Yesterday, English Heritage announced that 16 Underground stations have been given Grade II listing and a further three exiting Grade II stations have been upgraded to Grade II*. The 16 are: Aldwych, Belsize Park, Brent Cross, Caledonian Road, Chalk Farm, Chesham, Covent Garden, Hendon Central, Oxford Circus (counts as two), Perivale, Redbridge, Russell Square, St John’s Wood, West Acton, and Wood Green. The three upgraded ones – all by Charles Holden – are: Arnos Grove, Oakwood, and Sudbury Town.

I am not familiar with all of these stations. But while questioning Perivale’s credentials, I am pleased that Russell Square is included, partially for personal reasons. For in the last year of my degree, we attended a weekly tutorials on 15th Century Florentine Politics at rooms in nearby Bedford Square. It is a station whose wide frontage belies its small size. It is one of the deep tubes which, like Covent Garden, has no escalators, relying instead on three antiquated lifts or, if you’re mad enough, a 175-step spiral stairwell. Russell Square is also the nearest station to one of my favourite London institutions, the wonderful Foundling Museum.

russell square tube stationrussell square tube stationrussell square tube station

james greathead

Tunnel engineer James Greathead, above Bank Underground Station

Russell Square station is from the second generation of Underground construction in the early 1900s which added deep tunnel lines thanks to the new tunnelling technology of South African engineer James Greathead (1844 – 1896).  The first generation tube system from forty years previous had had to rely on the cut and cover method, basically train lines in a covered ditch. It is also one designed by the architect Leslie Green, a Londoner, overshadowed in history by the great Charles Holden.

One of the reasons for Green’s relative obscurity is perhaps the fact that he died of tuberculosis in 1908 at the tragically young age of 33, having been made a fellow of RIBA the previous year in the wake of his greatest achievement.  He was responsible for the designs of no fewer than 28 Underground stations on what are today the Piccadilly, Bakerloo and Northern Lines, placing him very much in the pantheon with Holden when it comes to station design.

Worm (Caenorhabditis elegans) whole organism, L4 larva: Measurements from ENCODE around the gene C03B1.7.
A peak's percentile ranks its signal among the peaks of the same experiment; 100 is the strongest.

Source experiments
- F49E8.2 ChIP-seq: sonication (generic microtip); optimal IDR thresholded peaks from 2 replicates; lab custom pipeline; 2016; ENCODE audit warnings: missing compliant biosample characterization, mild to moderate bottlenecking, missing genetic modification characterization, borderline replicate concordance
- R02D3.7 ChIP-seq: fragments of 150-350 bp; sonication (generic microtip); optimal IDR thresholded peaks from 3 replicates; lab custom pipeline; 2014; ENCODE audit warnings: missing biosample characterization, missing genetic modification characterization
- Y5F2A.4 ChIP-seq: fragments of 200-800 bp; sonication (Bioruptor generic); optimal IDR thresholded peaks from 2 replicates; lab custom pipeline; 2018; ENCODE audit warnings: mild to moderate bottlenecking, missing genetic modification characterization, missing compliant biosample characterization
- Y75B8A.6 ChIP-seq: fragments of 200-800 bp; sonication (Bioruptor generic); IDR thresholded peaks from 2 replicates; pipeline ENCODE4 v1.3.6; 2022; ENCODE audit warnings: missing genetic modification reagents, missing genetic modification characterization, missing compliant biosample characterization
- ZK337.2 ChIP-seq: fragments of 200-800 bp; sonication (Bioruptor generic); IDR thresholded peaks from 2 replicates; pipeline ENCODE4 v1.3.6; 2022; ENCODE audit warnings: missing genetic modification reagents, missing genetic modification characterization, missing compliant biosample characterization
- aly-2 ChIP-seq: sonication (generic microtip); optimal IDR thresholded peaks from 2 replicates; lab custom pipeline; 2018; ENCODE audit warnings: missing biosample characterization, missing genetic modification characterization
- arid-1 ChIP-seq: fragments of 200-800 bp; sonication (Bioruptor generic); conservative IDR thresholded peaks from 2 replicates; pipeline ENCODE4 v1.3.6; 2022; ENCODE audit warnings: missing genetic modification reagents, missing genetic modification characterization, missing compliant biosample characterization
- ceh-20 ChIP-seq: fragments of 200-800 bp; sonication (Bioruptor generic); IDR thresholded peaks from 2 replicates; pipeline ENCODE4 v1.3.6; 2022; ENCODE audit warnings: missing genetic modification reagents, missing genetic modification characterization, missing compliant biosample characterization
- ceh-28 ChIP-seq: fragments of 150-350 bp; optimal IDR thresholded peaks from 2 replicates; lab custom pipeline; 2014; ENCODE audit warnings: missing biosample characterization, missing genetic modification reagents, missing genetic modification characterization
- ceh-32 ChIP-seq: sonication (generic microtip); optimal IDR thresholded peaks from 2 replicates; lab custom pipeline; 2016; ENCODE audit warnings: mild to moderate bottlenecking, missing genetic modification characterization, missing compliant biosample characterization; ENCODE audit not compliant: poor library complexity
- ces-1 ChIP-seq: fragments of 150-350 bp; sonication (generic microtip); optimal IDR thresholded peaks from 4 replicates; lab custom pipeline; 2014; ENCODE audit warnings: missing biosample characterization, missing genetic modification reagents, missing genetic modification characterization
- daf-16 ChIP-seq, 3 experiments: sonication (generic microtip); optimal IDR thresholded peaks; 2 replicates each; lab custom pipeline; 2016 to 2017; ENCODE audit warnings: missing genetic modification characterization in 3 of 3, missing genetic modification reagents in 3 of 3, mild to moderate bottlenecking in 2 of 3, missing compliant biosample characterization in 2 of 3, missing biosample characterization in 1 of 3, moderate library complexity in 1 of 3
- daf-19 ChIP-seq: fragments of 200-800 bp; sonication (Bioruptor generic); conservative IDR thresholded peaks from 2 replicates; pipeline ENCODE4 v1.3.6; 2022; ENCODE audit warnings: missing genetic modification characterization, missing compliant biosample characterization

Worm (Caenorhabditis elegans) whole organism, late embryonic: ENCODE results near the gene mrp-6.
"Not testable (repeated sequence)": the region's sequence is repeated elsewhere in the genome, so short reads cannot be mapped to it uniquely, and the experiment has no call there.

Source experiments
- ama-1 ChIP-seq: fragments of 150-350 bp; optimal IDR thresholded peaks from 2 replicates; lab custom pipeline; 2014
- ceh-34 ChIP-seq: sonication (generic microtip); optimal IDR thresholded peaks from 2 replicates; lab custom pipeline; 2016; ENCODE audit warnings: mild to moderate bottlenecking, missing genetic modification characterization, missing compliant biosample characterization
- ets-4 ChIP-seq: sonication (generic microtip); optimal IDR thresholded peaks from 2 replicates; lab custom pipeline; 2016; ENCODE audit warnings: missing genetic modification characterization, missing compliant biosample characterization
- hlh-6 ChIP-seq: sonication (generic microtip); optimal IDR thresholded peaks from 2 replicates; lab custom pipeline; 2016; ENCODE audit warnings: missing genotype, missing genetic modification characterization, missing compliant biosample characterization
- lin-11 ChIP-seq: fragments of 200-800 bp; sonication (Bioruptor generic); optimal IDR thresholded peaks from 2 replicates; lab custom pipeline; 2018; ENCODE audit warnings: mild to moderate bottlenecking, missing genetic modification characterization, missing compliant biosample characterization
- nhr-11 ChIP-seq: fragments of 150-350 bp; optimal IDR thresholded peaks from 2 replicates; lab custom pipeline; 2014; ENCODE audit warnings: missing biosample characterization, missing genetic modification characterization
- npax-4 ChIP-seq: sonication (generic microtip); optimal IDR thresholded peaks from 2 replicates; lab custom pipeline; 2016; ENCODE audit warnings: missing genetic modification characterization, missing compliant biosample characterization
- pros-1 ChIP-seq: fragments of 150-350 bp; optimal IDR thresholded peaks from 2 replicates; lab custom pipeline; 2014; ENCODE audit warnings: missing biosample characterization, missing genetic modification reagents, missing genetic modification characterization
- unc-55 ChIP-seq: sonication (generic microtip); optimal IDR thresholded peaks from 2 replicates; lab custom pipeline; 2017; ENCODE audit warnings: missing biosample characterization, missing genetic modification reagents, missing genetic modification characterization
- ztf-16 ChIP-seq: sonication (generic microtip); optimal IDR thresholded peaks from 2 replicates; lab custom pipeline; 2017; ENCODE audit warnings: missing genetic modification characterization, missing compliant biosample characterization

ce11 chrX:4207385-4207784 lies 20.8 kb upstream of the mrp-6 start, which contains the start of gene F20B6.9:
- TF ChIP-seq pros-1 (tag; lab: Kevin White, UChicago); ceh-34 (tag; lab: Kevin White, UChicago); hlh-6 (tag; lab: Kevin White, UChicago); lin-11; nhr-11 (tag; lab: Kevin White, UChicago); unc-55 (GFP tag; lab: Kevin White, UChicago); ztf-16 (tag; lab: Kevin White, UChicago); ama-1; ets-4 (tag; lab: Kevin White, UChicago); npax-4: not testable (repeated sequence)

Green’s Arts and Crafts influenced stations are characterised by the distinctive “ox-blood” glazed tiling which adorn their street frontages. His platform decorations incorporated a variety of geometric patterns with the station names writ large in pleasing, pre-Johnston typefaces. A great deal of his interiors were lost over the years during various renovations and upgrades, but in recent years much has been sympathetically restored by London Transport. There is a good list of Leslie Green’s stations on Wikipedia, here.

What is your favourite of the newly-listed stations?

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Today being the anniversary of the death of Henry Mayhew in 1887, it is appropriate to feature some more excellent early 20th Century cartoons from Punch, which Mayhew co-founded in 1841. As featured in Mr Punch In London Town from the New Punch Library. These artists were phenomenally talented, I love in particular their drawings of vehicles.

mr punch in london town

WELFARE WORKER: "Do you mean to tell me that this child was dropped on to the floor?" WORKMAN: "That's all right, lady. All my kids bounces." by Charles Grave.

mr punch in london town